To allow public media to play such a role in social cohesion, governments must understand that empathy isn’t just a characteristic of individuals. It’s a social good. Empathy is a learned behaviour. It can and should be a policy goal. To that end, governments must ensure that public media is not-for-profit and not beholden to advertisers, and that it is given sufficient resources to provide a platform for underheard voices those same advertisers may ignore, whether from rural Canada, northern territories, victimized groups or marginalized populations. Fighting for public broad/pod/webcasting is fighting for the real social and political value—the protective warmth against hostile elements—that a blanket of empathy affords a society.
Programs such as As It Happens reinforce the connection we make with someone on the other end of a telephone connection in Beirut, Bangladesh or Burnaby. Even the inexpensive local radio phone-in show, when undertaken in places where CBC may be the only common media, allows us to hear the opinions of others we don’t necessarily agree with but ignore at a peril to our common democracy. Identification with others may not always lead to practical solidarity. But it can. Are phone-in shows sometimes annoying? Sure. Putting up with that scratchiness is a minor test of our citizenship.
Frye wrote that empathy ends in judgment and eventually action. It begins, however, with listening. As anyone who has heard a residential school survivor knows, there is power in stories of oppression, suffering and violence. Canada’s Truth and Reconciliation Commission’s Call to Action 45 includes the renewal or establishment of treaty relationships based on “mutual recognition, mutual respect, and shared responsibility for maintaining those relationships into the future.” In Call to Action 63, the Commission demands that Ministers of Education build “capacity for intercultural understanding, empathy, and mutual respect.” The TRC knows that the stories told in its hearings are not over. They must continue to be told: among its Calls to Action it included increased funding to CBC/Radio Canada.
To stitch together a society, a story must not just be told, but also heard. One danger to empathy comes from the increasing importance of algorithms, which have been used in two ways to untie and separate the threads of empathy.
Firstly, if they increasingly choose for our screens the kinds of news items and opinions we have already expressed support for, algorithms reinforce existing opinions rather than challenging us with new ones. Without our being aware of it, we lose the tensile strength of being braided together with others in a heterogenous community. Our social media and news feeds become ghettoized, with people of similar mind clicking “like” on each other’s posts in an increasingly inward-looking knot that never confronts us with dissenting voices, or alternative stories from which we might learn.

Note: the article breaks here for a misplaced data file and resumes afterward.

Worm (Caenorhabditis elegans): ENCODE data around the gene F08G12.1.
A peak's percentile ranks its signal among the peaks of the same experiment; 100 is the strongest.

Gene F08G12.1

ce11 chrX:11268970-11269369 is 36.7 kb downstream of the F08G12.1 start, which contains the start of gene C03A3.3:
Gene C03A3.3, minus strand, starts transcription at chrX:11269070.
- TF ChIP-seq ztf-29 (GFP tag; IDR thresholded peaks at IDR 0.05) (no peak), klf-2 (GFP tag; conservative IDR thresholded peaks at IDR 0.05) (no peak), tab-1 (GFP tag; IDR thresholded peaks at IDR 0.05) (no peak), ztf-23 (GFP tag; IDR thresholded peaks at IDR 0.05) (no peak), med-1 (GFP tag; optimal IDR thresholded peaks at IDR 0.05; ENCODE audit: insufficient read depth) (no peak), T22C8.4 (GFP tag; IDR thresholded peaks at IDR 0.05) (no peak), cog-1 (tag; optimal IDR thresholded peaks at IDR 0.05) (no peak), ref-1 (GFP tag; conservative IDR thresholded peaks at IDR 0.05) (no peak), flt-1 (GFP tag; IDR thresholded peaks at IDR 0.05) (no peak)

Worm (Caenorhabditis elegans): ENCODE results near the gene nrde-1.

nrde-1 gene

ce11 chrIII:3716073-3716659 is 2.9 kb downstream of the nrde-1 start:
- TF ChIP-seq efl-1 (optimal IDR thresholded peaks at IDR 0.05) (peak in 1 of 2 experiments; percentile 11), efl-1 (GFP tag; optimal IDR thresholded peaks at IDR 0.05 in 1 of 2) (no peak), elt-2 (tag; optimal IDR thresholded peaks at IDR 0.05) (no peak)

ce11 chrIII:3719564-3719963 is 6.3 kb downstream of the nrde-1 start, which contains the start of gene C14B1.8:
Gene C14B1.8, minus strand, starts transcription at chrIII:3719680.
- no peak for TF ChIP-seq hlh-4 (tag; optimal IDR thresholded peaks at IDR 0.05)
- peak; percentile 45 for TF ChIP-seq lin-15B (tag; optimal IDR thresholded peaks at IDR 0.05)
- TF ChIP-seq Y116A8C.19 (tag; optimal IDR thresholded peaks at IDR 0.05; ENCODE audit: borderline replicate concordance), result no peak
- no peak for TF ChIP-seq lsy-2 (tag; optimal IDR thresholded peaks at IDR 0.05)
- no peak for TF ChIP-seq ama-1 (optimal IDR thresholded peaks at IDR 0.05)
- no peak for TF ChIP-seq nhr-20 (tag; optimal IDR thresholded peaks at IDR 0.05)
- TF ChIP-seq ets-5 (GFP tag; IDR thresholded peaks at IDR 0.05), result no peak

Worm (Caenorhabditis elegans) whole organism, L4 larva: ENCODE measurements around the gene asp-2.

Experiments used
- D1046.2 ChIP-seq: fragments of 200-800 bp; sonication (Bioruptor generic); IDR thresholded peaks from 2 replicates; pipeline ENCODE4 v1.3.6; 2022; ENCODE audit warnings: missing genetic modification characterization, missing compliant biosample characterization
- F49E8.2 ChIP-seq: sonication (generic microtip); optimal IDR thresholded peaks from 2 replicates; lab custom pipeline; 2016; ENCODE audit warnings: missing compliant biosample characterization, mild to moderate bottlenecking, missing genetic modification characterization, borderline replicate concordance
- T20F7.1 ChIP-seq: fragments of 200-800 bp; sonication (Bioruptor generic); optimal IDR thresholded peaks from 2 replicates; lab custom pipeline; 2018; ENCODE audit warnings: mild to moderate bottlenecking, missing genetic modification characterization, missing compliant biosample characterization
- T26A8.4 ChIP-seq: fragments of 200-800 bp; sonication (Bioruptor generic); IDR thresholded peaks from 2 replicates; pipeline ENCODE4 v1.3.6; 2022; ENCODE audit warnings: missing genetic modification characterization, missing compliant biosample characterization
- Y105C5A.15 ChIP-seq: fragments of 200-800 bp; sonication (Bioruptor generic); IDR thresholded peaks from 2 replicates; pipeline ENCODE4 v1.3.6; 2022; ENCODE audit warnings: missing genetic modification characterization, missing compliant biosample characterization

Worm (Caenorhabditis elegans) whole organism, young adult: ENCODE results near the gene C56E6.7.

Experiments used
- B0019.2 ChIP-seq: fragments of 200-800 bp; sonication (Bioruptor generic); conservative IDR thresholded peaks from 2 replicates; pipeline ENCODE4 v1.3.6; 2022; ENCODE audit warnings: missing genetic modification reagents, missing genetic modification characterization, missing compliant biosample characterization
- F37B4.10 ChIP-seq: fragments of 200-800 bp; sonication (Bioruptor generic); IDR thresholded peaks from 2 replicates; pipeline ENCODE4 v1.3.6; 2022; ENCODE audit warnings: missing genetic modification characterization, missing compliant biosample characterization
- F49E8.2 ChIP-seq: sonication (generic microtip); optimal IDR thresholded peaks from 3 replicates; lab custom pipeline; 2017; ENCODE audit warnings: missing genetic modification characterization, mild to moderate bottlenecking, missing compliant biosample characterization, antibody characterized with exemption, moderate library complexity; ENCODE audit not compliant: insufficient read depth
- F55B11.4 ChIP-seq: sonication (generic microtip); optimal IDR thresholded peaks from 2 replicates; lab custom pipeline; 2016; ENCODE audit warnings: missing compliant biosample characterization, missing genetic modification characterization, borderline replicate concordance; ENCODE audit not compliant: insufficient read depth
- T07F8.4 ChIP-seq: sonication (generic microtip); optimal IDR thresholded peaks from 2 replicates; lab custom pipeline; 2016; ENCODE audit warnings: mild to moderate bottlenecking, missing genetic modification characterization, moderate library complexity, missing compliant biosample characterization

Secondly, in a world of shock news and click-bait, algorithms are designed to upset us in order to keep us involved with an article or a post, the fraying and cheapening of social fabric a regrettable but unavoidable side-effect of a single-minded drive to keep consumers addicted. By contrast, publicly owned media are mandated to offer a richer, thicker weave.
A disastrous alternative to empathetic storytelling is name-calling. U.S. President Donald Trump has called the children detained at the southern American border “aliens,” Mexicans “drug dealers, criminals and rapists,” and those Americans opposed to him “left-wing mobs.” As the Washington Post has pointed out, whatever Trump’s other inconsistencies, his use of demeaning, “othering,” and dehumanizing language is remarkably constant.
Such disease-blanket tactics are distressing and dangerous, but hardly new. David Livingstone, in Less Than Human: Why We Demean, Enslave and Exterminate Others, points out that dehumanizing language is as old and as widespread as humanity. The ancient Athenians did it, and for the Germans in the 1930s the public portrayal of Jews as sub-human helped set the scene for the Holocaust. In 1550 two Spaniards held a debate over whether the Indigenous peoples of the recently “discovered” Americas were human or not. Rwandan Léon Mugesera spent almost 20 years in Canada, some of them teaching at university, before being deported and sentenced in Rwanda in 2016 to life in prison. He was convicted for being one of those Hutu politicians and leaders who prepared for genocide, unravelling Rwandan society by publicly calling Tutsi citizens “scum,” “vermin” and “cockroaches” on local radio.